Posted on October 31, 2017Contemplating Your Legacy and the Impact You Leave On the World
As I approached the age of forty-five I began to realize I was not immortal and thus started to think about the impact I had been leaving on the world – my legacy. I define legacy as something that extends beyond your physical life and how that something continues to live, grow and have an impact without your presence.
That something will mean different things to different people. My goal was always to; leave this world in a better place than I found it. To achieve that, I first asked myself, “what can I do, what can I positively impact, so that my actions and words contribute to that legacy?”
For me, half of that goal centers around my personal life and family. The other half relates to business, which is why I continually look toward the next generation of GCP. I think about how GCP will connect people to their opportunities, dreams, and the products they want. Also, how GCP will continue to contribute in making a difference to our strategic partners around the world. And finally, about my opportunity to coach others and what it could mean to help them grow and improve.
When you add that all up, I feel it’s my responsibility to be the best I can be, meaning be of useful service to others. To use the talents and capabilities I’ve acquired in a responsible way that helps and motivates. It’s that responsibility that drives me to continue to better myself on a daily basis.
Building a Legacy
One of the tools I use to help me achieve my goal is writing. When you speak your message, people hear it, but then it’s gone. For a message to sink in and be retained, people must be able to go over it again, and again. This is why books are very powerful. If you want something to last and to be remembered, you have to write it down. The act of writing forces me to think about what is important, not just to me, but to others as well.
Just as music extends the musician’s physical presence, my hope is my writings will extend beyond my physical presence. One of the reasons I wrote Guanxi: “The China You Never Read About” was because I believed GCP provides value to others from their perspective. By focusing on what’s important to our customers, we understand we must provide something of significant value before we can expect anything in return. Providing increased value will in turn generate increased returns for GCP. Principles of trust, relationship, honesty, and delivering on your promises, in my opinion, will never go out of fashion.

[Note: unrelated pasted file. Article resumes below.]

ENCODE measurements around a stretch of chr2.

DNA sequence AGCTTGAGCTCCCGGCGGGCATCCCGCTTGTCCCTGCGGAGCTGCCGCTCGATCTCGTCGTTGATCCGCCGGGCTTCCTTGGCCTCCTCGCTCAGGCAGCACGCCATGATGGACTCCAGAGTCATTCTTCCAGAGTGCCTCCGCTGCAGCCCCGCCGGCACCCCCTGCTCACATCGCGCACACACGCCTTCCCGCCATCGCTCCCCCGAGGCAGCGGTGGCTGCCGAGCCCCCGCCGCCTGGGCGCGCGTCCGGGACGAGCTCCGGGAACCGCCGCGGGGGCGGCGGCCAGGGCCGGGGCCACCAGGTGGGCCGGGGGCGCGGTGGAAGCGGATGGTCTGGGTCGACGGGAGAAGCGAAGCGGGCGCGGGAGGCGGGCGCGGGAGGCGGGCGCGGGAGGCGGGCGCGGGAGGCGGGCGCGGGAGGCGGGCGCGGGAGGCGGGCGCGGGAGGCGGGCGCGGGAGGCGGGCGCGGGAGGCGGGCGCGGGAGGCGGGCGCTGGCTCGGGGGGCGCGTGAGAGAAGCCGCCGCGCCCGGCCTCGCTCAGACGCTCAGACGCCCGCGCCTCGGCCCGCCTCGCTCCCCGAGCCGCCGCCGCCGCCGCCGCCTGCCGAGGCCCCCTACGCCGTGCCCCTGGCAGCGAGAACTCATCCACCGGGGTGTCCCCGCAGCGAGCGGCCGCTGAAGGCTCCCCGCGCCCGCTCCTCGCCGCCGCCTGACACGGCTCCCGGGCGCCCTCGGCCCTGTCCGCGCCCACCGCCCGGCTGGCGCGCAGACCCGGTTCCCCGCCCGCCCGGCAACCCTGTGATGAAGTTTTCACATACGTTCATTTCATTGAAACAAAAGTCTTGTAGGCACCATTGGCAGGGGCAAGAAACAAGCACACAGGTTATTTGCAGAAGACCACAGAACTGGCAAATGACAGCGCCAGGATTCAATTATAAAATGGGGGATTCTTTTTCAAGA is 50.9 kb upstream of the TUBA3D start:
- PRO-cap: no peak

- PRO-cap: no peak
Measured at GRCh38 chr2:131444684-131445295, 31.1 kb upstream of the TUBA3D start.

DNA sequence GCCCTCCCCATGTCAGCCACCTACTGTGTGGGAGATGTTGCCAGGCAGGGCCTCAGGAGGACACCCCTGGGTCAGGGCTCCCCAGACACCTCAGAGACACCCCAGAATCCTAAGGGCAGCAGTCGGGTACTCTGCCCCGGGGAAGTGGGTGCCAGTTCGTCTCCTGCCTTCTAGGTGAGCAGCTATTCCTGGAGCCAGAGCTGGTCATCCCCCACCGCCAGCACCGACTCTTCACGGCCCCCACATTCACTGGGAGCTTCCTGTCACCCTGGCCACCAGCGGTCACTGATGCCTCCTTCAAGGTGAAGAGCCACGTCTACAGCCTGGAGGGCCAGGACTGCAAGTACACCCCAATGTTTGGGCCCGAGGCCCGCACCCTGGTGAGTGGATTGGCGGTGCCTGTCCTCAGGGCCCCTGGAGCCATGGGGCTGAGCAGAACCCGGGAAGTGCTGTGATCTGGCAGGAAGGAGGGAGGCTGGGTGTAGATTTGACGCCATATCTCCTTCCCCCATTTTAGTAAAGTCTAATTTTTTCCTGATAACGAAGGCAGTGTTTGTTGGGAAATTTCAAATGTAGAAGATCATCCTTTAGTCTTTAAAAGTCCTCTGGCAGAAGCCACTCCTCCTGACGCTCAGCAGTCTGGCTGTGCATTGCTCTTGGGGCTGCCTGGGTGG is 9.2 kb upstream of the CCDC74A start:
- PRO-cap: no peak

Finding Time To Write
My role at GCP has now transitioned to head coach. Throughout the years, I discovered my personal process was to; Do it first, then perfect it, then teach to it others. In short, Do, Learn, Teach. This is how GCP was built. I would visit all the factories, travel to all the customers, and try to handle all the communication. However, as my team around me grew I eventually realized it was much more sustainable to teach someone else those tasks, then let go and gave them that responsibility. As a result, I no longer have to manage my team. My job now is to motivate. When your employees are doing what they like to do and are appreciated for their results, they will want to work hard and get things done. This is a wonderful formula for personal and professional growth.
When I ensure my team has everything they need to get their jobs done, they can trust me and I can trust them. I do not have to be in the office everyday micromanaging, I can take the time to put my knowledge and experience into communications that are valuable to others.
I fully realize that most legacies do not last forever. Over time, those in charge of maintaining your legacy may alter it to the extent you would no longer recognize it as your own. People can break what you’ve built once you are gone. However, the knowledge you have shared can last forever. I believe our spirits can live on in the minds and hearts of the people you have touched in a positive way.
I know I don’t have a big dramatic story to tell, but I do have a story, I’ve been told, is worth sharing. When I see how much our customers have grown, when I see the support we receive from our partners, and my team around me doing things they never thought possible. That’s all the motivation I need. Add to that all the positive comments I’ve received from people I do not know, who have read my writings tells me that this is the right path to be on.
So I challenge you, what’s your legacy? What’s that something you will leave behind?
Until Next Time,